Overcoming Challenges Via The Internet: Randy Hammer, UW DO-IT Scholar

My name is Randy Hammer, and I am a junior at Timberline High School in Lacey Washington. I am totally blind; with two glass eyes. I have been blind all my life, and have never known anything different. I have been mainstreamed in schools all my life, and have always had to depend on others to get me school materials. If I needed or wanted a book for class, it had to be transcribed into braille or put on tape. However, in August of last year a whole new door was opened to me. I am a member of the DO-IT (Disabilities, Opportunities, Internetworking Technology) Program at the University of Washington. This program is funded greatly by the National Science Foundation. It gives high school students with disabilities the chance to overcome their challenges by the use of the Internet.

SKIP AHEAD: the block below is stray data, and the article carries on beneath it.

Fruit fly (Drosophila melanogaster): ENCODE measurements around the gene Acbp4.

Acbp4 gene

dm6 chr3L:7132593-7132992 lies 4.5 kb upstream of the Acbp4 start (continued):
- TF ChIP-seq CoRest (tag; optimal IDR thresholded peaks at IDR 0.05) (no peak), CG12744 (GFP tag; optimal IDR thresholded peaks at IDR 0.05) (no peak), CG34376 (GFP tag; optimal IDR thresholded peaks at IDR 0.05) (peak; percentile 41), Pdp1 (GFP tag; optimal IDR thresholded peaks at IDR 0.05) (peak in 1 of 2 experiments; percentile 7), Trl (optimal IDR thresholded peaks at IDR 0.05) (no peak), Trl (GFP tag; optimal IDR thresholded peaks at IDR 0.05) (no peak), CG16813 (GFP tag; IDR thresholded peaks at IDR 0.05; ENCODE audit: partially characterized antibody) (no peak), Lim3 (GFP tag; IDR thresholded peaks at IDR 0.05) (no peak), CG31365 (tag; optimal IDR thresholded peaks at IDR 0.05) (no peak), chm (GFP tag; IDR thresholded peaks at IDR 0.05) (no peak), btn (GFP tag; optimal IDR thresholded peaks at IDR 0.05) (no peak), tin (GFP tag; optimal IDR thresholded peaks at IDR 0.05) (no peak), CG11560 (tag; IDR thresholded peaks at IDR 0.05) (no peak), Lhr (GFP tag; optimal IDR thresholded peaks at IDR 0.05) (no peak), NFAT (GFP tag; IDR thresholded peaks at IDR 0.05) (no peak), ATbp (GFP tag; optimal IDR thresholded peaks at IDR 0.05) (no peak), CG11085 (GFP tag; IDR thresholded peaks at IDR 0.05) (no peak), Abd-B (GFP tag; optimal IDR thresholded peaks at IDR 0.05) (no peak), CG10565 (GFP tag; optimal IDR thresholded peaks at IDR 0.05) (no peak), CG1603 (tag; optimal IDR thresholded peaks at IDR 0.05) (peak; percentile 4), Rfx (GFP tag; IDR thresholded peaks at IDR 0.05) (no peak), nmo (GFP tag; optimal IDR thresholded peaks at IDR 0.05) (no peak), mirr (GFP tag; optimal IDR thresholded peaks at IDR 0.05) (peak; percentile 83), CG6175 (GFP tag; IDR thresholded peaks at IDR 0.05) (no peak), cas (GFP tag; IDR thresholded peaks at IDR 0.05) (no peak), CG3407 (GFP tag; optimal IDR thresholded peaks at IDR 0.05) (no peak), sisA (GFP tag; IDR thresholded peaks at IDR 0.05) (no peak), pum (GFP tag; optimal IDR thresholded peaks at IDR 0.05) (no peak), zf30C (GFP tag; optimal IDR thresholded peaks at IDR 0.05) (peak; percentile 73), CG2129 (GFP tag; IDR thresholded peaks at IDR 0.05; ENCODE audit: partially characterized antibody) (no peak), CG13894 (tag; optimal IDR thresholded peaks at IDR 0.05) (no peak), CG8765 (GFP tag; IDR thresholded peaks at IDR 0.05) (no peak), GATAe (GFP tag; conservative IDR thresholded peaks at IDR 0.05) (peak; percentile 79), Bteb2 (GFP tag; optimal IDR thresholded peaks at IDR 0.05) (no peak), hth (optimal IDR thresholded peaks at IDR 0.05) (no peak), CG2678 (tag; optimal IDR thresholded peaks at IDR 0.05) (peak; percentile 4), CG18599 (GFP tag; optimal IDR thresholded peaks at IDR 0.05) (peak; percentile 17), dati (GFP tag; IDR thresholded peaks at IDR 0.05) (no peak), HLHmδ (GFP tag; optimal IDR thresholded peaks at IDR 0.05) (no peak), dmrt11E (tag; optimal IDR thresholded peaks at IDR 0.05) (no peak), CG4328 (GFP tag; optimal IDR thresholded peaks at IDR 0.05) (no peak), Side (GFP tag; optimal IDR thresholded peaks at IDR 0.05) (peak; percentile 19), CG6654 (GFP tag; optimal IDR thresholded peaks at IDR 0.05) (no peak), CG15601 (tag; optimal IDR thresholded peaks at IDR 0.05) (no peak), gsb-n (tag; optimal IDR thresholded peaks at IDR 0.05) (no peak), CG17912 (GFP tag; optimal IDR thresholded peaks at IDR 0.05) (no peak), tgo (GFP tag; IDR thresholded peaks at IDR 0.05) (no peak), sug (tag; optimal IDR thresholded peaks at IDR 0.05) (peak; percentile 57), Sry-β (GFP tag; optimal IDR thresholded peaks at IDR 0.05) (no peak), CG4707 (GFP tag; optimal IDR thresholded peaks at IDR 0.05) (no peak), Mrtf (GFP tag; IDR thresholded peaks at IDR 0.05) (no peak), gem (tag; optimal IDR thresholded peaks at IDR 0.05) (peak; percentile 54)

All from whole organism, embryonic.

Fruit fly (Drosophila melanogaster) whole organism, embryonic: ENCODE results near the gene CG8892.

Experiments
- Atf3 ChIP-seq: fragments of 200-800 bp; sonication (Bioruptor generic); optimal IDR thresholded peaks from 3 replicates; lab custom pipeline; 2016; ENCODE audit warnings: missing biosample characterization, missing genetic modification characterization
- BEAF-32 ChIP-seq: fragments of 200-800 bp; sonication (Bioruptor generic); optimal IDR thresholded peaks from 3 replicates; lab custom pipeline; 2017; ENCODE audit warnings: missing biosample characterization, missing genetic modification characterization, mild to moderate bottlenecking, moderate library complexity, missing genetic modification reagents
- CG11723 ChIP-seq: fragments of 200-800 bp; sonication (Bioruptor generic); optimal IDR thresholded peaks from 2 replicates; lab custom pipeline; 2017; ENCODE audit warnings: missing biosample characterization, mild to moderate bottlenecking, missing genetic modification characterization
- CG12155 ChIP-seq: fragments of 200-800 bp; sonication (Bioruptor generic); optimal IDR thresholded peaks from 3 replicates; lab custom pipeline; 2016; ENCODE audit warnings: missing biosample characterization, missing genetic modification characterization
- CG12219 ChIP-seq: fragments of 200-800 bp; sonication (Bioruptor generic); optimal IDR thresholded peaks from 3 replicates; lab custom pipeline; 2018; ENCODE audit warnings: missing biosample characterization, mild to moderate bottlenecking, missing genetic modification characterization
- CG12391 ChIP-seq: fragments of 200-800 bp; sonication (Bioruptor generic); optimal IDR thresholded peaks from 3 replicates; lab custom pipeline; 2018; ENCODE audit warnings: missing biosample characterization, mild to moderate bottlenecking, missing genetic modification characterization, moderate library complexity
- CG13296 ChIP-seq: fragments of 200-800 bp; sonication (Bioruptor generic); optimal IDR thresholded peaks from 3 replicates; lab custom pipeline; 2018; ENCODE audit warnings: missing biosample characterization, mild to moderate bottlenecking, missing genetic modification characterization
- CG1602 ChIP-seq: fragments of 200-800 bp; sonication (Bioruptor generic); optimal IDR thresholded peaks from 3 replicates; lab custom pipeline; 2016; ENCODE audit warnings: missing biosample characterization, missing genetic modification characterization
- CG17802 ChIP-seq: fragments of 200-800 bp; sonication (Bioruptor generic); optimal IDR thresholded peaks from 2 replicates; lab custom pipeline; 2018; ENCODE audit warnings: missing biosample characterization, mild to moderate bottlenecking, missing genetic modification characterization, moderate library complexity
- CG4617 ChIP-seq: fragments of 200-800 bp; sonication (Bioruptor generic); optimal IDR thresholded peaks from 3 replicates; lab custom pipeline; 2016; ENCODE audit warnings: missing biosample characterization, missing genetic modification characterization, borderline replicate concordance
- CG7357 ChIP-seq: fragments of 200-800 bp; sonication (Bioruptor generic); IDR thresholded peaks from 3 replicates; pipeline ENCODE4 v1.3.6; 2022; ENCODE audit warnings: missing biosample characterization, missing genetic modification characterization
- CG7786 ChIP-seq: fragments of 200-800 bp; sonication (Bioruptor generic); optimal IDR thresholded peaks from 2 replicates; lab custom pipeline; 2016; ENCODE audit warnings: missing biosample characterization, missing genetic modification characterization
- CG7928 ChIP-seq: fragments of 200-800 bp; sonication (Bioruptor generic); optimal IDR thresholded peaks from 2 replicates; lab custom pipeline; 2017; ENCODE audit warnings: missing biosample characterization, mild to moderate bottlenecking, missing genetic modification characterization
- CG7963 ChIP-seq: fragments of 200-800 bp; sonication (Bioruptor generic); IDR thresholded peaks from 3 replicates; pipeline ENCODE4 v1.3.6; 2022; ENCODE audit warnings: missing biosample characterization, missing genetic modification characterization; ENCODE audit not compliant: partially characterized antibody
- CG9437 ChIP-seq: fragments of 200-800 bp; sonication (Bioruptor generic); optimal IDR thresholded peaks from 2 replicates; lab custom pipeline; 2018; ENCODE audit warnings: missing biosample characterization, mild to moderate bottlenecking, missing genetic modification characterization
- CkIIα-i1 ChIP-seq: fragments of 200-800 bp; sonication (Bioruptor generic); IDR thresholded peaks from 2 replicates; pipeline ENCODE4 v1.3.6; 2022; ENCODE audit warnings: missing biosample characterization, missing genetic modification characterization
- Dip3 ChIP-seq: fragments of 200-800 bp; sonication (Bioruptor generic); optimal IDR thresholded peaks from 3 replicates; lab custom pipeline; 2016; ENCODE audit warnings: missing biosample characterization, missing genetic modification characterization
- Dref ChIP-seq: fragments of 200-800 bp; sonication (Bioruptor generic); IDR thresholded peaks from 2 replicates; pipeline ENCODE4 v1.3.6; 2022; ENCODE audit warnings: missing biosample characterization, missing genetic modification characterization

Getting Internet access was the best thing that ever happened to me. In a way, my computer and access to the net has become my eyes to the world. I can read a newspaper, talk to people around the world, and get materials for class papers, unlike before when I had to depend on others to get the resources I needed.